Thursday, September 24, 2009
Kermit Lynch's album "Man's Temptation": a review
Kermit Lynch's first album seemed like a lark, a wine importer following a lifelong dream. Now he's done another, "Man's Temptation," so is it time to take him seriously as a musician?
Maybe. Lynch is smart enough, and has a good enough wine cellar, to have lined up a stellar list of mostly alt-country session musicians for this Nashville-recorded album. This makes his voice, by design, the weak link.
But in most cases, it's his only link. Unlike his first album "Quicksand Blues," on which he wrote all the songs, Lynch wrote just 3 of the 12 songs on this album and adapted two others. So he's coming at us not as a wine importer with a notebook full of thoughts, but as a singer.
Fortunately, even without the involvement of Boz Scaggs, his friend who put together the band on his first disc, "Man's Temptation" is a well-balanced, easy-to-drink-in alt-country album that's a little harsh on the intro but has a nice gentle finish.
In fact, I've been playing it in the background when friends are over drinking wine, and each time they've asked, "What is that album? I like it." Its judicious, intuitive instrumentals and absence of sharp edges make it an disc that's easy to keep going back to.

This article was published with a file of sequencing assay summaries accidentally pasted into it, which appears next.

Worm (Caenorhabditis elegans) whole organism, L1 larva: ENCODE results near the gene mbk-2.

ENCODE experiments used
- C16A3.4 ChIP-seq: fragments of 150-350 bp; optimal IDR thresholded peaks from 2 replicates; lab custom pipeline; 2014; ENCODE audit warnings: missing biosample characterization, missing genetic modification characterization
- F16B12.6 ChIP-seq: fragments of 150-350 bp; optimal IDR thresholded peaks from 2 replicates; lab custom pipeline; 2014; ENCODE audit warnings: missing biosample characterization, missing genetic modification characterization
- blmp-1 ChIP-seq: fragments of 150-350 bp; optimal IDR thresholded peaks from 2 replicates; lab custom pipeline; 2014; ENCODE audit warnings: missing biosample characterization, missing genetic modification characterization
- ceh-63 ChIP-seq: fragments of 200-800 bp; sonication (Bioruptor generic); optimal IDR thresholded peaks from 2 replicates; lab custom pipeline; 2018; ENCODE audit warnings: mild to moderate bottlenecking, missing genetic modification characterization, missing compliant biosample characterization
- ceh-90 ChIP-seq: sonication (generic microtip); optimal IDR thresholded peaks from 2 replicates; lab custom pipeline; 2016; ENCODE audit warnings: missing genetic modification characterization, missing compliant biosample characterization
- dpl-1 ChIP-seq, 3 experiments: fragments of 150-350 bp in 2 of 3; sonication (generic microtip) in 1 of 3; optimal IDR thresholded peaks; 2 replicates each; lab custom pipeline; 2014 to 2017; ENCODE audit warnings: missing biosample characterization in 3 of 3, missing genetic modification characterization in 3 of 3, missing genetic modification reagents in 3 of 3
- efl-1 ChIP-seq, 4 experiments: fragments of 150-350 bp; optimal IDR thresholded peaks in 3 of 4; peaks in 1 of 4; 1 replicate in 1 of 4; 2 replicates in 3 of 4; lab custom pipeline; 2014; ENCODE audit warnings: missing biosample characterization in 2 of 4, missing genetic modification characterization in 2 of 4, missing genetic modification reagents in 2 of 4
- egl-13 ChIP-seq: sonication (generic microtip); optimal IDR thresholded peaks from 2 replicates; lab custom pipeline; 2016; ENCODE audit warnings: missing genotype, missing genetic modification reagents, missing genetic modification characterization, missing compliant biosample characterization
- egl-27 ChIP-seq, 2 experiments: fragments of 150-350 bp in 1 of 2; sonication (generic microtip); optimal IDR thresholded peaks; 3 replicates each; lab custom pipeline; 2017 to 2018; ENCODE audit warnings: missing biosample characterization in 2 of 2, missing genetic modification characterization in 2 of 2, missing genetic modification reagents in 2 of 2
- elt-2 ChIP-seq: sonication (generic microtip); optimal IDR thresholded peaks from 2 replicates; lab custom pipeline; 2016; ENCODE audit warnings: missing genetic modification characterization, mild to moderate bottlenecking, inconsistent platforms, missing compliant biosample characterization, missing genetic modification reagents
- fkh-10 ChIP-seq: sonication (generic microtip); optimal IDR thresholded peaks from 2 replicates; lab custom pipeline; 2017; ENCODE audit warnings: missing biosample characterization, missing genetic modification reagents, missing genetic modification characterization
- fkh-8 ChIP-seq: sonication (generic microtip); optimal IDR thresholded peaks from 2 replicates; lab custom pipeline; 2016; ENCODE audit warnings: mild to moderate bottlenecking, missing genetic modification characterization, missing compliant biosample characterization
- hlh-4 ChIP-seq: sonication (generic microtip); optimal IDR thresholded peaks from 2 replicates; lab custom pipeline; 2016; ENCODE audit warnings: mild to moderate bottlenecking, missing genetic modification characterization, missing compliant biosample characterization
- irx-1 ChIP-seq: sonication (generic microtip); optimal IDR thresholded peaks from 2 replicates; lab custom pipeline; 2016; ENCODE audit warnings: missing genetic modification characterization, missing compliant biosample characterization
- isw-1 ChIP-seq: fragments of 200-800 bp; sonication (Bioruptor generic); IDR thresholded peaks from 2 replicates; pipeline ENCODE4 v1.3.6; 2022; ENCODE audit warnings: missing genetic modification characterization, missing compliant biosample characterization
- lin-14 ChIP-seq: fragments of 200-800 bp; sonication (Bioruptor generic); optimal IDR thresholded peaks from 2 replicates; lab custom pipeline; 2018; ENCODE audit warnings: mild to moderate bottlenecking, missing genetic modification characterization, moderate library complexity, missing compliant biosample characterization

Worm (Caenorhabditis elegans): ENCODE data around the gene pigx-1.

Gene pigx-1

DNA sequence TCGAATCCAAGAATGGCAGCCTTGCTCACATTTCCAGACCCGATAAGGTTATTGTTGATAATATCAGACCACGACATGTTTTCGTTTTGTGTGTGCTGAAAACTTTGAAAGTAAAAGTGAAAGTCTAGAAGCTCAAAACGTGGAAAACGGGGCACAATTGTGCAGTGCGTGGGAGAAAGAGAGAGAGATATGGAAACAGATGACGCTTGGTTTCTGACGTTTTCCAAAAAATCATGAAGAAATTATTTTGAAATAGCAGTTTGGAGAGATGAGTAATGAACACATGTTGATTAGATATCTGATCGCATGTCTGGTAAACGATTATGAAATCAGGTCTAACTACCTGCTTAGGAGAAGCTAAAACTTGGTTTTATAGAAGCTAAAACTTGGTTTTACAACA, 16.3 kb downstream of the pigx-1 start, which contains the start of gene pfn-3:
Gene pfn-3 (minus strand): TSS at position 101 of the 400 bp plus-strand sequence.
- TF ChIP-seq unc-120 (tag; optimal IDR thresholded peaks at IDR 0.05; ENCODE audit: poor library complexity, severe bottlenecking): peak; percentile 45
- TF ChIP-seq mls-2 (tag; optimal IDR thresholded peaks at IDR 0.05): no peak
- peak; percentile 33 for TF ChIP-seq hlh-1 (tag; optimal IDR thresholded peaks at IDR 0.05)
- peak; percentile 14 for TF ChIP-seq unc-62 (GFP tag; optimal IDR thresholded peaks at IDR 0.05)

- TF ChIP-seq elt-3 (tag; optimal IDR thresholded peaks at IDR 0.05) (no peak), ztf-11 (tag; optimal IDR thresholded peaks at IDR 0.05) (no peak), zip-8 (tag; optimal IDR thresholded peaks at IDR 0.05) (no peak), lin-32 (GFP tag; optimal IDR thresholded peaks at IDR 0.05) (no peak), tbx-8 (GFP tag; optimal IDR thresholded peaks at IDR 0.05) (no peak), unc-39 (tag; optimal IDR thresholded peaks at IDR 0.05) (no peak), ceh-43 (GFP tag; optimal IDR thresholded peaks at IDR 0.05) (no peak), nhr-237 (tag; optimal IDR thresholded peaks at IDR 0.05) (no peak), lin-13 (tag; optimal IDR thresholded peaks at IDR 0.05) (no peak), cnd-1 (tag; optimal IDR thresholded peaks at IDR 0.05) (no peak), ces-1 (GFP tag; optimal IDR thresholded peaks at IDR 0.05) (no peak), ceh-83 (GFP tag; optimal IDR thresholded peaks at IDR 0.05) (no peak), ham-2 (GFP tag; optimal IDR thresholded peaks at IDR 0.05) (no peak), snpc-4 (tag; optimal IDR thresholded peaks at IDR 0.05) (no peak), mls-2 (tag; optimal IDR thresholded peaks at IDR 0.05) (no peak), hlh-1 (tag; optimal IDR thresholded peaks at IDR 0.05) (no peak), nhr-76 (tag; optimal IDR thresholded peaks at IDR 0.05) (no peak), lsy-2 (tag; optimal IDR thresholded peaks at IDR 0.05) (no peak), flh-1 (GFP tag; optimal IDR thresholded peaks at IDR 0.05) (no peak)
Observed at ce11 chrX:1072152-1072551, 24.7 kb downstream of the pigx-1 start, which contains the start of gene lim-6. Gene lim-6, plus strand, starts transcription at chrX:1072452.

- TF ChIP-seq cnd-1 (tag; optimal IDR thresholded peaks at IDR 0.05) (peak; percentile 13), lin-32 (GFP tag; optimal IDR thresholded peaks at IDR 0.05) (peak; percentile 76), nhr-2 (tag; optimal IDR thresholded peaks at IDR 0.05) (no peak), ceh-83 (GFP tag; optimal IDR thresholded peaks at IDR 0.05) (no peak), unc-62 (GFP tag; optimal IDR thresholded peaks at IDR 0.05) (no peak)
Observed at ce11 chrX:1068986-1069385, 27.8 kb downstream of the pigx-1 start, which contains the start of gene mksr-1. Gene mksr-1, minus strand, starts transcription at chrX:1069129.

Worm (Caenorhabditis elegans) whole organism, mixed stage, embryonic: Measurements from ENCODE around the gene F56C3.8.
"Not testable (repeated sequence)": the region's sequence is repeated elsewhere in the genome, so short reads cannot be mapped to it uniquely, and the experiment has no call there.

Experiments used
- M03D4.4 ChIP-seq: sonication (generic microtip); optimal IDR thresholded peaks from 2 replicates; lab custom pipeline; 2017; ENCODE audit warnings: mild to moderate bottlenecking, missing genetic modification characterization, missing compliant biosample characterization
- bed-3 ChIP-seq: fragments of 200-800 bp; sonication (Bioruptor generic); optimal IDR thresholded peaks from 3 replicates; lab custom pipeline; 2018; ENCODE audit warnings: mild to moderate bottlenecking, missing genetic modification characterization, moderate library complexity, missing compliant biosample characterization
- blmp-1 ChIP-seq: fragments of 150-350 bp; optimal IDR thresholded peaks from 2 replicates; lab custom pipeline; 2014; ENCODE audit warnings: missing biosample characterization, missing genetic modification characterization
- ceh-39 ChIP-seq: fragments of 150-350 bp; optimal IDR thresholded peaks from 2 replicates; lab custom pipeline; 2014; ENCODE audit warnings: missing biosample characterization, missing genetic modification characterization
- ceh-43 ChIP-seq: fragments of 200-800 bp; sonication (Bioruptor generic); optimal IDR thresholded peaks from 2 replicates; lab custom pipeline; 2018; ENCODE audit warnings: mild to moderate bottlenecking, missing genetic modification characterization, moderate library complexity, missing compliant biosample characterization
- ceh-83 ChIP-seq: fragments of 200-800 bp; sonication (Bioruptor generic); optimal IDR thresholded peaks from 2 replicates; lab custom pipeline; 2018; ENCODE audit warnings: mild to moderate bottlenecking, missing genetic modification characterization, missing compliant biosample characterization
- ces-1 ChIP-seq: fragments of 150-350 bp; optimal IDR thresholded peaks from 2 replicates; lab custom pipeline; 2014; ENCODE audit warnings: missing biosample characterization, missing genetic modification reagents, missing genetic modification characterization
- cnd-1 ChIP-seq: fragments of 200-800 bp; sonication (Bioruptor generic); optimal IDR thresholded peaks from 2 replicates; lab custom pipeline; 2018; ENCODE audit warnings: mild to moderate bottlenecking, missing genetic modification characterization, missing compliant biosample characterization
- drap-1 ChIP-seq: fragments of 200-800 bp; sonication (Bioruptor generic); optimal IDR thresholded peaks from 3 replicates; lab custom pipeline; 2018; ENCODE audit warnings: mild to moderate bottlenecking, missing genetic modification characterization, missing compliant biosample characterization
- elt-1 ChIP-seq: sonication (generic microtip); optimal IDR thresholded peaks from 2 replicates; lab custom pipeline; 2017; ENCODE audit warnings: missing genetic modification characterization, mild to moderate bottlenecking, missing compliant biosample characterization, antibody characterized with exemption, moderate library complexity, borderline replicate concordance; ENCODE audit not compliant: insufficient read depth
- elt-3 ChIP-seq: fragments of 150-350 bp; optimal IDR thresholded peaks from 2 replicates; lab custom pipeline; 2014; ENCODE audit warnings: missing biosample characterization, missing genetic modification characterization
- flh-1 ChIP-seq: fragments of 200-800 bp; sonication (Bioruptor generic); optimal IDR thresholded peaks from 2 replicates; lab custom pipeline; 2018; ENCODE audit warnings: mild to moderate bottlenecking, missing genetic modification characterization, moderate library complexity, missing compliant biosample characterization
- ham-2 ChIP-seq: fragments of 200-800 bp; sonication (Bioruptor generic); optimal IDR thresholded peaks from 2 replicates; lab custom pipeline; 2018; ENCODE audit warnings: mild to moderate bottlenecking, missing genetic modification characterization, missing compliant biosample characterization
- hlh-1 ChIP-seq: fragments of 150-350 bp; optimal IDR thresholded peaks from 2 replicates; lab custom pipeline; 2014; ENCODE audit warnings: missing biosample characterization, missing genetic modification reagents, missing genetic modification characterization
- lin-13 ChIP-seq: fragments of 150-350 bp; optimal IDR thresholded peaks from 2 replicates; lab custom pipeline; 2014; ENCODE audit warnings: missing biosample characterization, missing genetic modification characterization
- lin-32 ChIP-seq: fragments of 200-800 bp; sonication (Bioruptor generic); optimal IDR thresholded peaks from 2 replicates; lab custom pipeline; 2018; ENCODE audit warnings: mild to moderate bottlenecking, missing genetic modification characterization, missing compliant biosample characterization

There are times when Lynch really comes through vocally. He sounds genuinely lonely on the hillbilly sway hymn "Rank Stranger," which might be the best song on the album.
He also has the courage to take on a song made famous by Patsy Cline, changing the gender to "Why Can't She Be You," and pulls it off because his voice is so plaintive. It's ironic that a guy who has dedicated his life to pleasure does his very best singing on songs of lamentation.
At the other end, the musicians here are so good that there are moments when if I could mix down Lynch's voice, I would. Specifically, the Carter Family song "Bear Creek" has such pretty guitar playing by George Marinelli, Michael Spriggs and album producer Ricky Fataar that Lynch is out of his league. That said, it is amusing to hear him nearly choke while trying to sing "It tastes like cherry wine," as if those last two words hurt.
You have to have patience with this disc because the first track, "Gare de Lyon," is the worst. I'm not sure what Lynch was shooting for with these lyrics, but he comes off like a guy with a hip-hop ego. He sings that he's in a Paris railway station, fine, but not for his day job: "I'm on my way to the next concert stage." Then a little later, "Well the whole town loves me/They come to my shows/They clap and they stomp and my audience grows."
What's next: I got a gat/in the back/of my ice-crusted Cadillac?
But you leave the train station and the album settles in for a smooth ride. There are points when Lynch is good enough to make you forget that this isn't his day job: the weary ending to the title track, the muscular bar-band sounding "Buckle-Up Boogie."
On the whole, I like "Man's Temptation" and think I'll be playing it at gatherings for a while. But please don't give up your day job, Kermit: we all like the wines too much for that.
Kermit Lynch is performing a one-time-only concert of this album on Oct. 7 in San Francisco, with a menu designed by Alice Waters and wine from his portfolio. I saw his one show for the last album and it was a blast; we danced and noshed and drank with the San Francisco fooderati. That said, it's $125, so use your own judgment. Click here for more information.